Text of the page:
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Labour Supply and Childcare for British Mothers in Two-Parent Families: A Structural Approach

  • Parera-Nicolau, Antonia

    ()

    (University of the Balearic Islands)

  • Mumford, Karen A.

    ()

    (University of York)

We develop and estimate a structural model of labour supply for British two parent families, taking explicit account of the importance of childcare related variables. We find working mothers do not increase their working hours when hourly wages increase, indeed, they are more likely to reduce their hours. The major inducement for working mothers to increase their working hours, that we find, is the provision of high quality formal childcare. Implying that government policy aiming at increasing working hours amongst British mothers of pre-school children may need to focus on the quality as well as the quantity of formal child care that is available.

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Paper provided by Institute for the Study of Labor (IZA) in its series IZA Discussion Papers with number 1908.

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Length: 42 pages
Date of creation: Dec 2005
Date of revision:
Handle: RePEc:iza:izadps:dp1908
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  1. M. Keane & R. Mofitt, 1995. "A Structural Model of Multiple Welfare Program Participation and Labor Supply," Working Papers 95-4, Brown University, Department of Economics.
  2. van Soest, A.H.O. & Kooreman, P. & Kapteyn, A.J., 1990. "Coherency and regularity of demand systems with equality and inequality constraints," Discussion Paper 1990-1, Tilburg University, Center for Economic Research.
  3. Bruce D. Meyer & Dan T. Rosenbaum, 2001. "Welfare, the Earned Income Tax Credit, and the Labor Supply of Single Mothers," The Quarterly Journal of Economics, Oxford University Press, vol. 116(3), pages 1063-1114.
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  6. Rebecca M. Blank, 2001. "Declining caseloads/increased work: what can we conclude about the effects of welfare reform?," Economic Policy Review, Federal Reserve Bank of New York, issue Sep, pages 25-36.
  7. John W. Budd & Karen Mumford, . "Trade Unions and Family Friendly Policies in Britain," Working Papers 0302, Human Resources and Labor Studies, University of Minnesota (Twin Cities Campus).
  8. Blundell, Richard & Macurdy, Thomas, 1999. "Labor supply: A review of alternative approaches," Handbook of Labor Economics, in: O. Ashenfelter & D. Card (ed.), Handbook of Labor Economics, edition 1, volume 3, chapter 27, pages 1559-1695 Elsevier.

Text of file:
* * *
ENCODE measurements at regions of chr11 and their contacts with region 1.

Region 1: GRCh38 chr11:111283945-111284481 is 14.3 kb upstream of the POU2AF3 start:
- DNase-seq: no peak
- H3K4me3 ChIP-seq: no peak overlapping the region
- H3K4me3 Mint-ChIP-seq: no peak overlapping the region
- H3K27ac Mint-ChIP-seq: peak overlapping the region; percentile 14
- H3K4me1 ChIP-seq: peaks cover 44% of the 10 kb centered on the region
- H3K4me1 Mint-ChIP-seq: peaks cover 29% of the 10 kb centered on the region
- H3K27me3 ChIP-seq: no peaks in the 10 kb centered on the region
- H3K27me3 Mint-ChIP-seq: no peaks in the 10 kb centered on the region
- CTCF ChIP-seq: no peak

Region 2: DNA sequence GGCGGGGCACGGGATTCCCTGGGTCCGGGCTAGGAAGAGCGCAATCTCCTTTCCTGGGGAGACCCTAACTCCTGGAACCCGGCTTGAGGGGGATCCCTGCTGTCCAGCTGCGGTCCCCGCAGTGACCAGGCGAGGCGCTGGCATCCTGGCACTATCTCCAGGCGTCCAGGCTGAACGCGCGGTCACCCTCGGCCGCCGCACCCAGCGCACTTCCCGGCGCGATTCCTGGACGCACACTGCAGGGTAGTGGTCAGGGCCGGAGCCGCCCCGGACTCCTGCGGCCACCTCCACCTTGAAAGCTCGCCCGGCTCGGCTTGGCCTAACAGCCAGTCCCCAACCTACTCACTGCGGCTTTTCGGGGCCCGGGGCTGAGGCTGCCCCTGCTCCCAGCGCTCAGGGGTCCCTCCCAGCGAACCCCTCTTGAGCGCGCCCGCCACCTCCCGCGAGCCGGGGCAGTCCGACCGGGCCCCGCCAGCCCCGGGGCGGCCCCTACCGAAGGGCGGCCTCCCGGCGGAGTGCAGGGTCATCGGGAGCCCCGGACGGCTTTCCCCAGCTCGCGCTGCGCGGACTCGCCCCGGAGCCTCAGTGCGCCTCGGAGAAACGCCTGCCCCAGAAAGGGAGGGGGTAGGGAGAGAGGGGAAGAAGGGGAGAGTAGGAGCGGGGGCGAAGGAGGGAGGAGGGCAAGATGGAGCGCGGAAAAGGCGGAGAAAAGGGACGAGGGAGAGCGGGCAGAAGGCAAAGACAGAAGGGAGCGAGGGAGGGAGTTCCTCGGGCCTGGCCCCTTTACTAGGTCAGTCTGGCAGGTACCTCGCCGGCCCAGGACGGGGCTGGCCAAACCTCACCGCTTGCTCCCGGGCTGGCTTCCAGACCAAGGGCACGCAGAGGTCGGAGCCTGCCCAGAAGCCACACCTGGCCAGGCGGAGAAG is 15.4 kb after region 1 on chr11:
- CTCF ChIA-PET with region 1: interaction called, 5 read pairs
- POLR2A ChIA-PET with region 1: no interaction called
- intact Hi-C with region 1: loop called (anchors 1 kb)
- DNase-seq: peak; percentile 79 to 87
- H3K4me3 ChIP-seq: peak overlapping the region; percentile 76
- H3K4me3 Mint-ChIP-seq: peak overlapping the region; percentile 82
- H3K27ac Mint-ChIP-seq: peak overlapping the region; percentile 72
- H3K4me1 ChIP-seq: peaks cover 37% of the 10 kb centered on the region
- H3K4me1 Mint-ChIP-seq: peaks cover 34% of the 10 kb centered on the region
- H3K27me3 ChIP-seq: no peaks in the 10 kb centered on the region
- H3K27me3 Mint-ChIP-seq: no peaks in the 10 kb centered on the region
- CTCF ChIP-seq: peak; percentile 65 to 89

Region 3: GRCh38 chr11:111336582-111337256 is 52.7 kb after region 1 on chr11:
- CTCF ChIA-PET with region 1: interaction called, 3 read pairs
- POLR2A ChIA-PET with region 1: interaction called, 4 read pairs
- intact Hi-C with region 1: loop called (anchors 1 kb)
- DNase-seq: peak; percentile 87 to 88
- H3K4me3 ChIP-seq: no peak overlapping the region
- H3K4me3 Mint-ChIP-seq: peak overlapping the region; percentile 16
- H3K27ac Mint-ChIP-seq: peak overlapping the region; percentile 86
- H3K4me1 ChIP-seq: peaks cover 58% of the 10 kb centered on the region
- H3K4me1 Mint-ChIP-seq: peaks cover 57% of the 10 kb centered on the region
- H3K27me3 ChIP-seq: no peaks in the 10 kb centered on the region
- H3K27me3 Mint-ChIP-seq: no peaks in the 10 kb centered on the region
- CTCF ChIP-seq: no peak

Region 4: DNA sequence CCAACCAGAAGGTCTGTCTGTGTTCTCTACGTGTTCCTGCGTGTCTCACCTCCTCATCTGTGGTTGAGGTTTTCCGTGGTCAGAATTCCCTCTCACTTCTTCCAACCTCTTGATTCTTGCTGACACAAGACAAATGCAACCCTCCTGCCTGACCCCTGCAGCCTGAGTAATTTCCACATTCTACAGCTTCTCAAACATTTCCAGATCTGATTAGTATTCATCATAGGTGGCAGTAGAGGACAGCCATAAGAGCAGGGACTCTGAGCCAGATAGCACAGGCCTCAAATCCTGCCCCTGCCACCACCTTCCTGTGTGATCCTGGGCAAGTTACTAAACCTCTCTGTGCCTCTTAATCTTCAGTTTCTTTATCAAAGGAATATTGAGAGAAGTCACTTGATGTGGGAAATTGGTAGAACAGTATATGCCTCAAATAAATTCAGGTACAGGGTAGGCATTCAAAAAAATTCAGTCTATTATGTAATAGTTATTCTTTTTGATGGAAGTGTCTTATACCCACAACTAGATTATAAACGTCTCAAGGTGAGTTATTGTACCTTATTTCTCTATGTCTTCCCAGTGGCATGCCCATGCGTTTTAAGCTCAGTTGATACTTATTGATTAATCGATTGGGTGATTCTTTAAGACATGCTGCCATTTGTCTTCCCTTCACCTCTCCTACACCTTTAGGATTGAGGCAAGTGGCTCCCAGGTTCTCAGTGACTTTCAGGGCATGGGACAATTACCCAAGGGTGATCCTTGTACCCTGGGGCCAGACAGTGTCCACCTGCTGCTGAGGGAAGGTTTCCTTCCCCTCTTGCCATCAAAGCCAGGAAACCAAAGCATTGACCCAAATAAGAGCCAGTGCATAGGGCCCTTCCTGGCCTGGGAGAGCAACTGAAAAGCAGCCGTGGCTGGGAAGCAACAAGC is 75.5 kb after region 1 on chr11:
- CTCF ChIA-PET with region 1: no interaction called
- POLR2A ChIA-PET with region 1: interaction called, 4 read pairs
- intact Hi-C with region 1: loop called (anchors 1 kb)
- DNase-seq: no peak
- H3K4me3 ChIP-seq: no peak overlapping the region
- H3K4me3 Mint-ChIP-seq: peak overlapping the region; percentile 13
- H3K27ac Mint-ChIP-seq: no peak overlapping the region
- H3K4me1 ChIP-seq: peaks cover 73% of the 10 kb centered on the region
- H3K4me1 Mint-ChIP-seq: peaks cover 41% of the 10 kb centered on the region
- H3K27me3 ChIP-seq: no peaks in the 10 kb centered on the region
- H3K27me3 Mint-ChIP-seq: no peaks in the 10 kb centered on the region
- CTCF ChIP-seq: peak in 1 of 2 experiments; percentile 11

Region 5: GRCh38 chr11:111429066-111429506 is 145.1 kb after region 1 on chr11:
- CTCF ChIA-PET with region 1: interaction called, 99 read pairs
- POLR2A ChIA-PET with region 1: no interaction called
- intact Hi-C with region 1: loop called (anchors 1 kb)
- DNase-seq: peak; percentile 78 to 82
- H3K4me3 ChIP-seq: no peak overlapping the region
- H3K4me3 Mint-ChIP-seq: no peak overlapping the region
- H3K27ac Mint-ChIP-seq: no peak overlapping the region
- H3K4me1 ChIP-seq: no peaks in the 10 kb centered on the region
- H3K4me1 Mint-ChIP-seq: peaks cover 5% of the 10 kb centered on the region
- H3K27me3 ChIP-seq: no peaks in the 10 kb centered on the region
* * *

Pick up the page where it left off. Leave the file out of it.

9. Ribar, D.C., 1991. "A Structural Model of Child Care and the Labor Supply of Married Women," Papers 1-91-1, Pennsylvania State - Department of Economics.
  10. Pagan,Adrian & Ullah,Aman, 1999. "Nonparametric Econometrics," Cambridge Books, Cambridge University Press, number 9780521355643, November.
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  12. Hilary Hoynes & Richard Blundell, 2001. "Has "In-Work" Benefit Reform Helped the Labour Market?," NBER Working Papers 8546, National Bureau of Economic Research, Inc.
  13. David T. Ellwood, 2000. "Anti-Poverty Policy for Families in the Next Century: From Welfare to Work--and Worries," Journal of Economic Perspectives, American Economic Association, vol. 14(1), pages 187-198, Winter.
  14. Richard Blundell & Alan Duncan & Julian McCrae & Costas Meghir, 2000. "The labour market impact of the working families’ tax credit," Fiscal Studies, Institute for Fiscal Studies, vol. 21(1), pages 75-103, March.
  15. Maria Concetta Chiuri, . "The Unitary vs. the Collective Model of Household Labour Supply with Child Care: An Empirical Test on a Sample of Italian Households," Discussion Papers 97/12, Department of Economics, University of York.
  16. Alan Duncan & Gillian Paull & Jayne Taylor, 2001. "Price and quality in the UK childcare market," IFS Working Papers W01/14, Institute for Fiscal Studies.
  17. Arthur van Soest, 1995. "Structural Models of Family Labor Supply: A Discrete Choice Approach," Journal of Human Resources, University of Wisconsin Press, vol. 30(1), pages 63-88.
  18. Viitanen, Tarja K & Arnaud Chevalier, 2003. "The Supply of Childcare in Britain: Do Mothers Queue for Childcare?," Royal Economic Society Annual Conference 2003 211, Royal Economic Society.
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